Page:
Terminix, a division of The ServiceMaster Company, is the nation’s largest pest control provider. Headquartered in Memphis, Tenn., Terminix services more than 3 million customers in 46 states and 14 countries. Terminix provides pest control services and protection against termites, rodents and other pests threatening human health and/or safety. To learn more about Terminix, visit their Web site at www.terminix.com.
Headquartered in Memphis, Tenn., ServiceMaster currently serves residential and commercial customers through a network of more than 5,500 company-owned locations and franchised licenses. The company’s brands include TruGreen, TruGreen LandCare, Terminix, American Home Shield, ServiceMaster Clean, Merry Maids, Furniture Medic and AmeriSpec. The core services of the company include lawn care and landscape maintenance, termite and pest control, home warranties, cleaning and disaster restoration, house cleaning, furniture repair and home inspection.
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Terminix Unveils New, Affordable Approach to Termite Protection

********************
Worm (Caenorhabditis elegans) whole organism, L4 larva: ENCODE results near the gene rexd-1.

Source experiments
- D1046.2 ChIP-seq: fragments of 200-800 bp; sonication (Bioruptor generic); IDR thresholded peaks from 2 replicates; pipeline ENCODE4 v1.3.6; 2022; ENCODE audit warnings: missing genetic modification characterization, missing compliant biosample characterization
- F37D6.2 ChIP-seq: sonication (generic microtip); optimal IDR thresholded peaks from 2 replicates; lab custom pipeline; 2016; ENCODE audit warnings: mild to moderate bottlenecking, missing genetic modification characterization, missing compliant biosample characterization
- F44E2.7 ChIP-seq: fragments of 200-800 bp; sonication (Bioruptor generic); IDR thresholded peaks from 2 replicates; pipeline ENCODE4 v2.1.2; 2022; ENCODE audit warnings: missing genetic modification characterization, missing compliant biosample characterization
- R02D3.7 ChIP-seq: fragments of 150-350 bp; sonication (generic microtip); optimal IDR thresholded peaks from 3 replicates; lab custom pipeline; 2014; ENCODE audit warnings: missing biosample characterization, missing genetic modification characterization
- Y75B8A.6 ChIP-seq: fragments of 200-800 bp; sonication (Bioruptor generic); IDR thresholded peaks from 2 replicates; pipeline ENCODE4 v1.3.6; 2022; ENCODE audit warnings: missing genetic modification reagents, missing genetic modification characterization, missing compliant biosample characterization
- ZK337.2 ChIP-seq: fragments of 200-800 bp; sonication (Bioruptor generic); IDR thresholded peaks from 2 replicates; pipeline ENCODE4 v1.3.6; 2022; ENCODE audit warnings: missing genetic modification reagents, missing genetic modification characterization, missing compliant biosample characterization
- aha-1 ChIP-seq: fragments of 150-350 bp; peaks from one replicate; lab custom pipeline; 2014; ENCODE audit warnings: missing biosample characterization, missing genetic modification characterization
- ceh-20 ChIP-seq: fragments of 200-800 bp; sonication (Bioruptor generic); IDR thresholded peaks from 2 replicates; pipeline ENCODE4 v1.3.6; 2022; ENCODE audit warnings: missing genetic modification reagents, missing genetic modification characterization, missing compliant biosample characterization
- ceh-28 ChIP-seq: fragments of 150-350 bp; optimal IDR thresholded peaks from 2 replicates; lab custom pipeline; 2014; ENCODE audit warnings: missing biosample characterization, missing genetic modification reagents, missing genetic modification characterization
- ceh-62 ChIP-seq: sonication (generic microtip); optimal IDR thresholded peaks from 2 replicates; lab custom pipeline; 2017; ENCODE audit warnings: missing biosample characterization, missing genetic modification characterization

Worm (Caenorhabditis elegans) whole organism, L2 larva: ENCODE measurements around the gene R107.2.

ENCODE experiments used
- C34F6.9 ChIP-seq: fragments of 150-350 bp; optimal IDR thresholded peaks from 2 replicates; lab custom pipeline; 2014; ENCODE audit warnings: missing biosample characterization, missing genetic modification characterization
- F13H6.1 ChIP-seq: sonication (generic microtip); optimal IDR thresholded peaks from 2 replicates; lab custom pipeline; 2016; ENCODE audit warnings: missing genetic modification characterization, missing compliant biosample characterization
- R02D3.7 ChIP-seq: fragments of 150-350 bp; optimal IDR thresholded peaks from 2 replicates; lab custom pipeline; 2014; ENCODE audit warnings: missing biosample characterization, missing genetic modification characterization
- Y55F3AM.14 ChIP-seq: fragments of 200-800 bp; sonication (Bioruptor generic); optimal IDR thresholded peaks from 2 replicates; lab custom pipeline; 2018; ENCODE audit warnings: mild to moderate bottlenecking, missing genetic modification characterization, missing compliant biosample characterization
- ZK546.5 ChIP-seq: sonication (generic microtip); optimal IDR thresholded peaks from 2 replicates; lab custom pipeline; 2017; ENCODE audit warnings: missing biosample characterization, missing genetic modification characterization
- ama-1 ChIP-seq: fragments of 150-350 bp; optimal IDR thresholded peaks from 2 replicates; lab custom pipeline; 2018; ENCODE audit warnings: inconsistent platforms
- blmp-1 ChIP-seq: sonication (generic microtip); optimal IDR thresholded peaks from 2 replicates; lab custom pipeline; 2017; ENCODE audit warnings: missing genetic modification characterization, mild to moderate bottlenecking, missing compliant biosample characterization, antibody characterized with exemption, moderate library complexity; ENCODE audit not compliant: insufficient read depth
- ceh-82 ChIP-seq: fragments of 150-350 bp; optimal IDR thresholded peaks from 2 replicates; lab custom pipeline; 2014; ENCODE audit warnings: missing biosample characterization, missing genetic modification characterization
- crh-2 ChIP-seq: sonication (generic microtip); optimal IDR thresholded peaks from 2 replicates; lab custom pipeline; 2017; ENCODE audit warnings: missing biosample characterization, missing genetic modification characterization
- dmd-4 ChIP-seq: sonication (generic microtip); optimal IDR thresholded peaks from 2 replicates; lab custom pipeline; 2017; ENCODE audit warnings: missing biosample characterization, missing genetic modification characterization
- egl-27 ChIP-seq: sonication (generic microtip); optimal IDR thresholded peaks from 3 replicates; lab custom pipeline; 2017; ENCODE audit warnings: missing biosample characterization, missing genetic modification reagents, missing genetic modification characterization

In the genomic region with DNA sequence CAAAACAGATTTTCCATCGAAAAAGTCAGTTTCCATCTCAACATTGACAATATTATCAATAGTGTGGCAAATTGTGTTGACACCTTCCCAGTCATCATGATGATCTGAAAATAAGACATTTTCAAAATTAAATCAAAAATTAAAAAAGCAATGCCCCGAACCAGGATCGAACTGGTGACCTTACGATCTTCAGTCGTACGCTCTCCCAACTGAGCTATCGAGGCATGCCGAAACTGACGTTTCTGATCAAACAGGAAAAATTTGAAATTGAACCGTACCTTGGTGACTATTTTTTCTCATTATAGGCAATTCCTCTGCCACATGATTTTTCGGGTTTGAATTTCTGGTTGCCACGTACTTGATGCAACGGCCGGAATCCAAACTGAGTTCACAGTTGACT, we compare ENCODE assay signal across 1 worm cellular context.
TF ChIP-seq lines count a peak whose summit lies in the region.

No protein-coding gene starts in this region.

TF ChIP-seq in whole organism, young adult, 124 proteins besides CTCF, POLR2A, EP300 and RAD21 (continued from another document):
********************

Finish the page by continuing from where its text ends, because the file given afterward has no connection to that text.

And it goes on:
February 18, 2008 Memphis, TN
Revolutionary Offering Can Reduce Cost of Protection by Up to 75 Percent
MEMPHIS, Tenn. (February 18, 2008) – Terminix, the nation’s largest pest control company, is introducing a ground-breaking approach to termite protection, giving consumers a new, low-cost option when it comes to protecting their home from America’s most destructive pest.
The Termite Inspection and Protection Plan is the first of its kind in the industry and is offered exclusively by Terminix. The plan offers consumers protection against termites and the damage they cause without the initial use of traditional treatment methods.
"The overwhelming majority of American homes have no termite coverage, meaning millions of homes are unnecessarily being put at risk," said Steve Good, Terminix senior vice president of business development. "Termites can cause financial ruin for homeowners if allowed to go unchecked. Because traditional termite treatments can be expensive, many homeowners believe they can’t afford termite protection. With this new low-cost plan, you can’t afford not to have protection."